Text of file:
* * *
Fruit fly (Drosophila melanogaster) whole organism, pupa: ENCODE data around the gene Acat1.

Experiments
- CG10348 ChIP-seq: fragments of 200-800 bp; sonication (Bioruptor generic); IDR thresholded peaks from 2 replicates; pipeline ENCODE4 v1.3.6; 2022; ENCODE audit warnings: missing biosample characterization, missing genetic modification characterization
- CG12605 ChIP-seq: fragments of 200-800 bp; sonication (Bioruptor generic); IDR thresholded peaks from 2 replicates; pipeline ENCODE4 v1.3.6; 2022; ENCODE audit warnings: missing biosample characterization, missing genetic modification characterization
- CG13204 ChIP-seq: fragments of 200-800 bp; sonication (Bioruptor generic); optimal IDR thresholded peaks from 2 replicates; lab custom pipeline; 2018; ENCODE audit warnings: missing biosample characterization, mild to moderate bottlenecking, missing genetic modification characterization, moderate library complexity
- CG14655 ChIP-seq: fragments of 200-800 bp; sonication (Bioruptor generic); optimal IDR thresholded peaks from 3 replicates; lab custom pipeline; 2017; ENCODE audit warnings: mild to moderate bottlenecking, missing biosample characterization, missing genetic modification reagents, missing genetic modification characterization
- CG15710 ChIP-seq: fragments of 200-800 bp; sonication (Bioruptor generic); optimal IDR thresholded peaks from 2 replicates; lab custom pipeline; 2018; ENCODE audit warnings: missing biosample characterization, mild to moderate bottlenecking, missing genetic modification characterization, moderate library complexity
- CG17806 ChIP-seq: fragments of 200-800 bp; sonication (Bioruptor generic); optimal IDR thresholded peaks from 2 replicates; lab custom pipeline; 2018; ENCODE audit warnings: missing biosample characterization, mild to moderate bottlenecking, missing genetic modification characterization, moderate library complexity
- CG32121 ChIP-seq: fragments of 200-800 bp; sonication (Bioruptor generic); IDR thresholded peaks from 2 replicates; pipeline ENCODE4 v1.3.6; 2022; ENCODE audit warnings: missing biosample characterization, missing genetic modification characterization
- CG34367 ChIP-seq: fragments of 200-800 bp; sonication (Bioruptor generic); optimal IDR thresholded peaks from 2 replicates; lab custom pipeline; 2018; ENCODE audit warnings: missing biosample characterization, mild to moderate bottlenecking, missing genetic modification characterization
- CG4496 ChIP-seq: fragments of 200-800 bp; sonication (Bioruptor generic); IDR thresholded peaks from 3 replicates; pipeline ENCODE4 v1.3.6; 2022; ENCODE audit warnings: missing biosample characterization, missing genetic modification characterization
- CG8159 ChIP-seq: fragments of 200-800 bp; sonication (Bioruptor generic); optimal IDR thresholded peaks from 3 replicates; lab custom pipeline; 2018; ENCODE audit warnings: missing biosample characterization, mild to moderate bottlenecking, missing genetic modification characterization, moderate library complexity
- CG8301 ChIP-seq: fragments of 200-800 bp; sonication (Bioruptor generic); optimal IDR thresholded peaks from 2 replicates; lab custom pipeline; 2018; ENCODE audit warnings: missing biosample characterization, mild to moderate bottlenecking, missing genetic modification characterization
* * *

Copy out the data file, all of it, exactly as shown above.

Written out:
Fruit fly (Drosophila melanogaster) whole organism, pupa: ENCODE data around the gene Acat1.

Experiments
- CG10348 ChIP-seq: fragments of 200-800 bp; sonication (Bioruptor generic); IDR thresholded peaks from 2 replicates; pipeline ENCODE4 v1.3.6; 2022; ENCODE audit warnings: missing biosample characterization, missing genetic modification characterization
- CG12605 ChIP-seq: fragments of 200-800 bp; sonication (Bioruptor generic); IDR thresholded peaks from 2 replicates; pipeline ENCODE4 v1.3.6; 2022; ENCODE audit warnings: missing biosample characterization, missing genetic modification characterization
- CG13204 ChIP-seq: fragments of 200-800 bp; sonication (Bioruptor generic); optimal IDR thresholded peaks from 2 replicates; lab custom pipeline; 2018; ENCODE audit warnings: missing biosample characterization, mild to moderate bottlenecking, missing genetic modification characterization, moderate library complexity
- CG14655 ChIP-seq: fragments of 200-800 bp; sonication (Bioruptor generic); optimal IDR thresholded peaks from 3 replicates; lab custom pipeline; 2017; ENCODE audit warnings: mild to moderate bottlenecking, missing biosample characterization, missing genetic modification reagents, missing genetic modification characterization
- CG15710 ChIP-seq: fragments of 200-800 bp; sonication (Bioruptor generic); optimal IDR thresholded peaks from 2 replicates; lab custom pipeline; 2018; ENCODE audit warnings: missing biosample characterization, mild to moderate bottlenecking, missing genetic modification characterization, moderate library complexity
- CG17806 ChIP-seq: fragments of 200-800 bp; sonication (Bioruptor generic); optimal IDR thresholded peaks from 2 replicates; lab custom pipeline; 2018; ENCODE audit warnings: missing biosample characterization, mild to moderate bottlenecking, missing genetic modification characterization, moderate library complexity
- CG32121 ChIP-seq: fragments of 200-800 bp; sonication (Bioruptor generic); IDR thresholded peaks from 2 replicates; pipeline ENCODE4 v1.3.6; 2022; ENCODE audit warnings: missing biosample characterization, missing genetic modification characterization
- CG34367 ChIP-seq: fragments of 200-800 bp; sonication (Bioruptor generic); optimal IDR thresholded peaks from 2 replicates; lab custom pipeline; 2018; ENCODE audit warnings: missing biosample characterization, mild to moderate bottlenecking, missing genetic modification characterization
- CG4496 ChIP-seq: fragments of 200-800 bp; sonication (Bioruptor generic); IDR thresholded peaks from 3 replicates; pipeline ENCODE4 v1.3.6; 2022; ENCODE audit warnings: missing biosample characterization, missing genetic modification characterization
- CG8159 ChIP-seq: fragments of 200-800 bp; sonication (Bioruptor generic); optimal IDR thresholded peaks from 3 replicates; lab custom pipeline; 2018; ENCODE audit warnings: missing biosample characterization, mild to moderate bottlenecking, missing genetic modification characterization, moderate library complexity
- CG8301 ChIP-seq: fragments of 200-800 bp; sonication (Bioruptor generic); optimal IDR thresholded peaks from 2 replicates; lab custom pipeline; 2018; ENCODE audit warnings: missing biosample characterization, mild to moderate bottlenecking, missing genetic modification characterization